The Truth: Dog Adoption is Work

Our first dog was purchased from a breeder as a scrappy 6-month-old puppy. He was the last of his litter and his picture on the internet was love at first sight. Sure we had to potty train him, but he came with no emotional baggage. He was secure, feisty, and ready to love.

The scrappy picture stolen from the internet that stole my heart with Simon.

This scrappy picture from the internet stole my heart.

Odi, on the other hand, is a completely different dog. We are probably his sixth placement, (wherever he started, pound, rescue group, adoptive family, rescue group, us). The family who adopted him before us returned him because he was taking their 3-year-old son’s toys. I can imagine it was more than just the toys.

I laugh that unlike Simon, Odi is an actual dog. He likes being outside, exploring, getting into trouble.

I laugh that unlike Simon, Odi is an actual dog. He likes being outside, exploring, getting into trouble.

Odi is a ball of energy in the mornings. He wants to play for hours. He has marked in our house. He chews. He scratches at invisible pests even though he has been flea-free for days. We’re helping his tummy overcome the stress of a new home with a bland diet of rice and boiled chicken fed four times daily. There was a moment on the beach yesterday where he looked around and did not recognize anyone. He bolted back toward the car, stopping to see if a stranger was anyone he knew by tapping her ankles with his paws. She looked startled, I got there just in time for him to turn and wag his tail. Thankfully he remembered me.

Put simply, Odi is work. Adopting a dog sounds so beautiful, a saved life, a happy home. And, it is these things, with time. But the work comes first. He offers so many glimmers of a wonderful companion. He plays with Simon without aggression, he sleeps happily in his crate, he is affectionate, calm with people, gentle. He gets Simon to move his butt off the couch. He plays fetch. He loves the backyard. Everyone who has met him has been in awe that we’ve only had him for such a short time, that such a happy, well-mannered dog was homeless.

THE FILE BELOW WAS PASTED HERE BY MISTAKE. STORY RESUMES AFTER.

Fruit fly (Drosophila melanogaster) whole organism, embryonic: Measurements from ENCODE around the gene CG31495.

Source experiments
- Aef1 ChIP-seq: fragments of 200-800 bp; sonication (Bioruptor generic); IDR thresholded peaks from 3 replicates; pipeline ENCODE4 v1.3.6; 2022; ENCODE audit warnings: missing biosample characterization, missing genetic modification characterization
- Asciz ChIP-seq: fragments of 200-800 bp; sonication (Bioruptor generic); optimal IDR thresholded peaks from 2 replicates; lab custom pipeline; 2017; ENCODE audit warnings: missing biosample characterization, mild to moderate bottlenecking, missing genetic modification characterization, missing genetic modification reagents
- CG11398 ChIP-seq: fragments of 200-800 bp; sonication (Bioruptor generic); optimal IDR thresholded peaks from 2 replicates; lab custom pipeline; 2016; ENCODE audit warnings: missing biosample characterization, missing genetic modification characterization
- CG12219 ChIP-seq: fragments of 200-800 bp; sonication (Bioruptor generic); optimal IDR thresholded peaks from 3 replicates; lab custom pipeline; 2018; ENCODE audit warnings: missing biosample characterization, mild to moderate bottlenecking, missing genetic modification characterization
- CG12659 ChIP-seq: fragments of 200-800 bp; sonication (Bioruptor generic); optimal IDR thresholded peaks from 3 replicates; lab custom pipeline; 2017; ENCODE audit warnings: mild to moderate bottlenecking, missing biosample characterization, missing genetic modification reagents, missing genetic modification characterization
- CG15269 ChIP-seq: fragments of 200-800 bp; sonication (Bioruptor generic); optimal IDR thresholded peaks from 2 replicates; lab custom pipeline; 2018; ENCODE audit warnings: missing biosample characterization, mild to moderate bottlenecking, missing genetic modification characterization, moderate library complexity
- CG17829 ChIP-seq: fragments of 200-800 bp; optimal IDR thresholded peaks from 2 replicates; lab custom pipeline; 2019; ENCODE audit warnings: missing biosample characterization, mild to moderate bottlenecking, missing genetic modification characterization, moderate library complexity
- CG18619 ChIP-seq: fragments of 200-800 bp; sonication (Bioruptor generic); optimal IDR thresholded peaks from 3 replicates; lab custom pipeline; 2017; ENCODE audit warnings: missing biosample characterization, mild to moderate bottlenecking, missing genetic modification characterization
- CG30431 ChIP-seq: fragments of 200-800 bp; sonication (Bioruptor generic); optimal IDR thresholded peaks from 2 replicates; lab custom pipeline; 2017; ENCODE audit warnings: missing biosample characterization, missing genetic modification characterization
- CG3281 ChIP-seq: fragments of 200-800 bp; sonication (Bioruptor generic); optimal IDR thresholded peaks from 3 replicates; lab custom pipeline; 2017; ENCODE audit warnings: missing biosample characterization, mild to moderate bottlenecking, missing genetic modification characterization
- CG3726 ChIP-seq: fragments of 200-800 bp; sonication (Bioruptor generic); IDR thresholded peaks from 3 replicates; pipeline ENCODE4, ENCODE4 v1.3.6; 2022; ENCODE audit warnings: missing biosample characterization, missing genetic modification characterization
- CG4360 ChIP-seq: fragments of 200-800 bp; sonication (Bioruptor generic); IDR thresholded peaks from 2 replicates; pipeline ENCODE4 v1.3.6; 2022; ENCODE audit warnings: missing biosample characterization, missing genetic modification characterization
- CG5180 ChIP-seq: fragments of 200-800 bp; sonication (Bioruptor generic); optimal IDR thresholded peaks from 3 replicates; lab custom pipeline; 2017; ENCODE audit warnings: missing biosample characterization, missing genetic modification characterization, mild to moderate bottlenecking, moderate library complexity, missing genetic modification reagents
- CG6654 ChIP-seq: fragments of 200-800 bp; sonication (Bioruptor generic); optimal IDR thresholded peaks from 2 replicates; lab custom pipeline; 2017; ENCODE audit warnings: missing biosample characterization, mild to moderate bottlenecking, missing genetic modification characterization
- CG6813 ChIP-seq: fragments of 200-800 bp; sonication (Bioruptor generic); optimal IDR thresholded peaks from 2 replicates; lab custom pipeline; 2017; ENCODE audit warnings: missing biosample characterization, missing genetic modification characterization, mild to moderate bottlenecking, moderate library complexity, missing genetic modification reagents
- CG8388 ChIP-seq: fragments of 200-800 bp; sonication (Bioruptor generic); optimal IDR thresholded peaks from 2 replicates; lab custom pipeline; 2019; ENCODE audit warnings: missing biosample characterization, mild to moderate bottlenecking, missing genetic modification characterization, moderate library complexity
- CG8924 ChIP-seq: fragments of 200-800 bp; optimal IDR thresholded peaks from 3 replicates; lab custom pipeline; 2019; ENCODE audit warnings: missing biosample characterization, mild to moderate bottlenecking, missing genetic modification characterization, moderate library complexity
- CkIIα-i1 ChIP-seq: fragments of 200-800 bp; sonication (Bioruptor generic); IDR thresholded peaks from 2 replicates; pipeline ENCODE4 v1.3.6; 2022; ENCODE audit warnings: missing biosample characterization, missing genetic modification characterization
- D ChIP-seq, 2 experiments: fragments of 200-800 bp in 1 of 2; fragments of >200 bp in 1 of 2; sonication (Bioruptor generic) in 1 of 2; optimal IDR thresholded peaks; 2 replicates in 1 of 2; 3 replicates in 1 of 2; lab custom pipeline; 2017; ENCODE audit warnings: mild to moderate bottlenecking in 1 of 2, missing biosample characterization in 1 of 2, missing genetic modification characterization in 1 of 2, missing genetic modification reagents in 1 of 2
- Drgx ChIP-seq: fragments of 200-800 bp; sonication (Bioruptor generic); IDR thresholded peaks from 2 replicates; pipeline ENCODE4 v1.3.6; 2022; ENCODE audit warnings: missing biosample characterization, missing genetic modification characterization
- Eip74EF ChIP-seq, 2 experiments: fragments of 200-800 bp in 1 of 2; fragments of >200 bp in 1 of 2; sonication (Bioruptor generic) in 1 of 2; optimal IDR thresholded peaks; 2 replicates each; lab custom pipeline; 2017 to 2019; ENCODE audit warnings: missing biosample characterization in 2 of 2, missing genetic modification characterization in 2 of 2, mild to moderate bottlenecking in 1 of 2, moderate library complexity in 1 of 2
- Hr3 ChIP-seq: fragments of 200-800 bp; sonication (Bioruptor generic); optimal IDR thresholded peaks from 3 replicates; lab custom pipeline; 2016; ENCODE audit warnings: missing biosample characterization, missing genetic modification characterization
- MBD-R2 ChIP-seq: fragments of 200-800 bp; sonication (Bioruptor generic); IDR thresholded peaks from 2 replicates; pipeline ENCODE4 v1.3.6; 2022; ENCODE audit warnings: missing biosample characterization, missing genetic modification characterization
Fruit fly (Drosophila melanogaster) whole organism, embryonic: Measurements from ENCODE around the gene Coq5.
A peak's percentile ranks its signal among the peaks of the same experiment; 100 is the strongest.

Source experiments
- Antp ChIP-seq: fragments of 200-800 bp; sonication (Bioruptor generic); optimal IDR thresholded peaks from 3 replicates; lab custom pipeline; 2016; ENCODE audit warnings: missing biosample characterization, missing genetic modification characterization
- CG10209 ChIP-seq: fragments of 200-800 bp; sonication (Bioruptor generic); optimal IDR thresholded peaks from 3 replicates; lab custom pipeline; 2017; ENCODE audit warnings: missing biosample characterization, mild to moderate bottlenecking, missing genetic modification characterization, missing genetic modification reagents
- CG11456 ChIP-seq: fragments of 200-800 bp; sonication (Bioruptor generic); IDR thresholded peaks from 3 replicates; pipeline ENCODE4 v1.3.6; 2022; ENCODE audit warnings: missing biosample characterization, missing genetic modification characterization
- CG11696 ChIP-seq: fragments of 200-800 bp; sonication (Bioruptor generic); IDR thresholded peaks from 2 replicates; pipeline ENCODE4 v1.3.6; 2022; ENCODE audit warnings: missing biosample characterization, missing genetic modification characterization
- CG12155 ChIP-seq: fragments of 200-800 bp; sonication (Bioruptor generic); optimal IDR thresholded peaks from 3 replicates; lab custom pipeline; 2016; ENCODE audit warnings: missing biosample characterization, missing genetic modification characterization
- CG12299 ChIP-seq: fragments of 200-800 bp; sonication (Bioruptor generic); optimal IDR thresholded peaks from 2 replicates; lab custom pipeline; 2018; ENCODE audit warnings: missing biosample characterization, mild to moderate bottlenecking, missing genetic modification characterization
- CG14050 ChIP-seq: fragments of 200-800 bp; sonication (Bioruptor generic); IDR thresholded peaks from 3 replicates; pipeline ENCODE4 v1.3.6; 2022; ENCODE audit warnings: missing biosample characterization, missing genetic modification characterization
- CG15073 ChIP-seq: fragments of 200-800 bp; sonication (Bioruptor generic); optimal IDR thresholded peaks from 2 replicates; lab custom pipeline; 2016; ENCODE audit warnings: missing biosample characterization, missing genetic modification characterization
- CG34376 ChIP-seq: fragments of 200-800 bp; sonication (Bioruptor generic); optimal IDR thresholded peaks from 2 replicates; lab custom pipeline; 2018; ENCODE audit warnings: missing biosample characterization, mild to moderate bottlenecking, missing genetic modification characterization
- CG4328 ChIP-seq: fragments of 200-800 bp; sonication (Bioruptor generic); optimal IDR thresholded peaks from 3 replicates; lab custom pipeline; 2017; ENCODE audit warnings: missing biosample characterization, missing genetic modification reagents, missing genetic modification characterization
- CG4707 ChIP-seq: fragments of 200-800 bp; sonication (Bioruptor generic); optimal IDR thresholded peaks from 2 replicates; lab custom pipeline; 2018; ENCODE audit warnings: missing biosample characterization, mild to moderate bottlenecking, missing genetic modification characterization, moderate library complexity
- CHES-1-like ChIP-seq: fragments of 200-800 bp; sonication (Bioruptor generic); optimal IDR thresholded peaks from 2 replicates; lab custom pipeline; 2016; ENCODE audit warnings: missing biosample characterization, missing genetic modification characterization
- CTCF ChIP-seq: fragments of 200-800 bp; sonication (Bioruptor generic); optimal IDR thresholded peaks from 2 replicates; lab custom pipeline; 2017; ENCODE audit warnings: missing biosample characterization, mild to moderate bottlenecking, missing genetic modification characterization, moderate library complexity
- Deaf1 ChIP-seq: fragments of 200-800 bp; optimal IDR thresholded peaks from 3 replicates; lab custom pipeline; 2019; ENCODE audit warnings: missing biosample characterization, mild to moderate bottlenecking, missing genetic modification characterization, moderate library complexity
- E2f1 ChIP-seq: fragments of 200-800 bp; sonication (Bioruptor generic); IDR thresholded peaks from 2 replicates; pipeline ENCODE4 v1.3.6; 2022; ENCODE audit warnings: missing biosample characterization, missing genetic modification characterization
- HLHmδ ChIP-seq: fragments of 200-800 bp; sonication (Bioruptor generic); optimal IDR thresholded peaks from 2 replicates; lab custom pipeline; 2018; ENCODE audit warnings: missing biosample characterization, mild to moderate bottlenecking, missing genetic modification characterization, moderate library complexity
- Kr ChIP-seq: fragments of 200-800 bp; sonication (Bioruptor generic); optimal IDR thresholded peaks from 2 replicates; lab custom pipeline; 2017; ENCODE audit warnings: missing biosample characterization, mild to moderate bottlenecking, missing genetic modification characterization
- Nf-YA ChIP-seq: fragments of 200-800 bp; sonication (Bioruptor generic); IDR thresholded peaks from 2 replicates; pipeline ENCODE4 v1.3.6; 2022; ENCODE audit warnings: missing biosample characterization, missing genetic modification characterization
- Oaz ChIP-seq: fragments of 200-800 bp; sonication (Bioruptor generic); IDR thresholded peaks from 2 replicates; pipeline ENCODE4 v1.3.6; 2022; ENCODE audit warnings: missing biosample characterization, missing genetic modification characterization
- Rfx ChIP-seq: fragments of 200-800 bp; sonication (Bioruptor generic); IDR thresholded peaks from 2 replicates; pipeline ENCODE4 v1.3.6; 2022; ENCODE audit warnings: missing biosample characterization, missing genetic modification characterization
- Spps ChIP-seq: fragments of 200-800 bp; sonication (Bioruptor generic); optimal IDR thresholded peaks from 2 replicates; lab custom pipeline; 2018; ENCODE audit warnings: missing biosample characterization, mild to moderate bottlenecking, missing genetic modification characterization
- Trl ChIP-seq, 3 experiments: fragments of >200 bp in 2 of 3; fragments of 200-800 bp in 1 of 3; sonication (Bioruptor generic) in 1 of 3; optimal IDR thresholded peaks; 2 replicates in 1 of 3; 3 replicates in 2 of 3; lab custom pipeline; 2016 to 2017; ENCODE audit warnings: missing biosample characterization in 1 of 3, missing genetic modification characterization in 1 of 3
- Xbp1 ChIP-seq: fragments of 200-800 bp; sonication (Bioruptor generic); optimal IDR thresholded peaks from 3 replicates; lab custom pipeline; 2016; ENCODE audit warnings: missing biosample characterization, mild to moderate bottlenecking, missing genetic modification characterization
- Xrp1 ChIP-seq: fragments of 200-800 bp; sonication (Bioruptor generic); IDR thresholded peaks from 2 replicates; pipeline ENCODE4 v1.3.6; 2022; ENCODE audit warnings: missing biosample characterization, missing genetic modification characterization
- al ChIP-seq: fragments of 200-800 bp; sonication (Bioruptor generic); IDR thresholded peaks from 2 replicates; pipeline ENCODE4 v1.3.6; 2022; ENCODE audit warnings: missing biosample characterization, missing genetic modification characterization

He is amazing, but he also requires more work and patience than a dog who has never been abandoned. He hates getting in and out of cars. He refused to walk into Petsmart. One out of a hundred people makes him cower behind our legs as though we’ve crossed paths with an evil witch. He likes dogs the most. It is clear he has a history we will never fully understand.

Friends with similar stories give us hope, reassuring us their now well-adjusted dogs were no where near as calm after only a week. Odi is calm, I’ll give him that. I just have to admit I thought rescuing a dog would be a little easier. I don’t regret it and I’m sure his list of challenges is minor compared to many others like him. I’ve already fallen under his spell. He just requires more energy than our lazy little guy lying on the couch next to me. But, I guess that’s why we got him in the first place…

We're hopeful the love and consistency will pay off.

Odi is definitely special. We’re hopeful the love and consistency will pay off.

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4 thoughts on “The Truth: Dog Adoption is Work

  1. kingmidget says:

    We had two dogs that lived to seventeen or eighteen years of age. Those last couple of years were not fun. I wanted a break from dogs and didn’t get it. Within a month, we had a papillon from a rescue shelter. It had been rescued from a breeder that kept the dog in a cage for its first six months of life. We named her Slinky because how she slunk around. She bonded with my wife immediately, a little bit with my youngest son, and not at all with me. I could hold food out for her and she wouldn’t come to me. I could food on the floor and back up a few feet and she wouldn’t get the food. We “agreed” that Slinky was it, that we would not be getting a second dog. That agreement lasted about a year, when a stray showed up at my wife’s school. She, of course, brought it home. I referred to it as the visitor … like the least favorite aunt who won’t leave, if you know what I mean. Lamb Chop is the exact opposite of Slinky. I think she showed Slinky how to act like a dog and the walls started tumbling down. But, although Slinky is now more willing to interact with all of us and even strangers now, there is still something about Slinky. I can see it in how she stares at me and jumps at any sudden movement or noise. She will never be a “normal” dog.
    The biggest problem I have with these two dogs is that they bark constantly. I can’t walk into a room without them barking — it’s like I’m a threat in my own home. I am sooooooo done with dogs, at least this type of dog, and I used to be a dog person. Somewhere in the future, I’m going to have one of those big lumbering dogs that curls up next to you and is content with that.
    Enjoy your two.

    • oliviaobryon says:

      Okay, you’ve shown me I really can’t complain! Odi is a cuddly love, he just has some quirks I’m not used to because Simon is so easy. I guess that’s what I have really learned from this process, every dog is very different. I’m sorry to hear yours have been so unenjoyable. I wouldn’t want dogs either if that were my experience!

  2. It sounds like you guys are doing a great job with him. Odi seems to have adjusted; I have a cat who I rescued off the street a few years ago, and it took her 5 years to sit near me.

    • oliviaobryon says:

      Wow, five years is such loving patience! We’re still working on adjustment though… Yesterday we came home to a fairly chewed up chair in our living room. Our fault, I guess, for not preparing for this possibility… Worthwhile work, I keep reminding myself 😀

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